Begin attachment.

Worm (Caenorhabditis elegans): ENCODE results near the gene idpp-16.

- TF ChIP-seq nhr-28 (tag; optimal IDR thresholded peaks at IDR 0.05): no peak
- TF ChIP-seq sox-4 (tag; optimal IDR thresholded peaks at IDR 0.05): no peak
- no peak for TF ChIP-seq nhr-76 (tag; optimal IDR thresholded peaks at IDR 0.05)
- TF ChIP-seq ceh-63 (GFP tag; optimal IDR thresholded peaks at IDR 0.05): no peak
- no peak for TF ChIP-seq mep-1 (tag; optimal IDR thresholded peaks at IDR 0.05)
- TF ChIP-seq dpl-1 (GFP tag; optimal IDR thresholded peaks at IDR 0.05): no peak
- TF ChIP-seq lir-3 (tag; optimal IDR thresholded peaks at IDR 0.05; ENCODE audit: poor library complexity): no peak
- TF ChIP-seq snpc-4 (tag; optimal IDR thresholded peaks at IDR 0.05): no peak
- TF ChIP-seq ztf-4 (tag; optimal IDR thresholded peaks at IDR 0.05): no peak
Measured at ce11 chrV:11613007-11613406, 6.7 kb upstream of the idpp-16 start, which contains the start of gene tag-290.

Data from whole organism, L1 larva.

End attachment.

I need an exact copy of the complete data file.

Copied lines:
Worm (Caenorhabditis elegans): ENCODE results near the gene idpp-16.

- TF ChIP-seq nhr-28 (tag; optimal IDR thresholded peaks at IDR 0.05): no peak
- TF ChIP-seq sox-4 (tag; optimal IDR thresholded peaks at IDR 0.05): no peak
- no peak for TF ChIP-seq nhr-76 (tag; optimal IDR thresholded peaks at IDR 0.05)
- TF ChIP-seq ceh-63 (GFP tag; optimal IDR thresholded peaks at IDR 0.05): no peak
- no peak for TF ChIP-seq mep-1 (tag; optimal IDR thresholded peaks at IDR 0.05)
- TF ChIP-seq dpl-1 (GFP tag; optimal IDR thresholded peaks at IDR 0.05): no peak
- TF ChIP-seq lir-3 (tag; optimal IDR thresholded peaks at IDR 0.05; ENCODE audit: poor library complexity): no peak
- TF ChIP-seq snpc-4 (tag; optimal IDR thresholded peaks at IDR 0.05): no peak
- TF ChIP-seq ztf-4 (tag; optimal IDR thresholded peaks at IDR 0.05): no peak
Measured at ce11 chrV:11613007-11613406, 6.7 kb upstream of the idpp-16 start, which contains the start of gene tag-290.

Data from whole organism, L1 larva.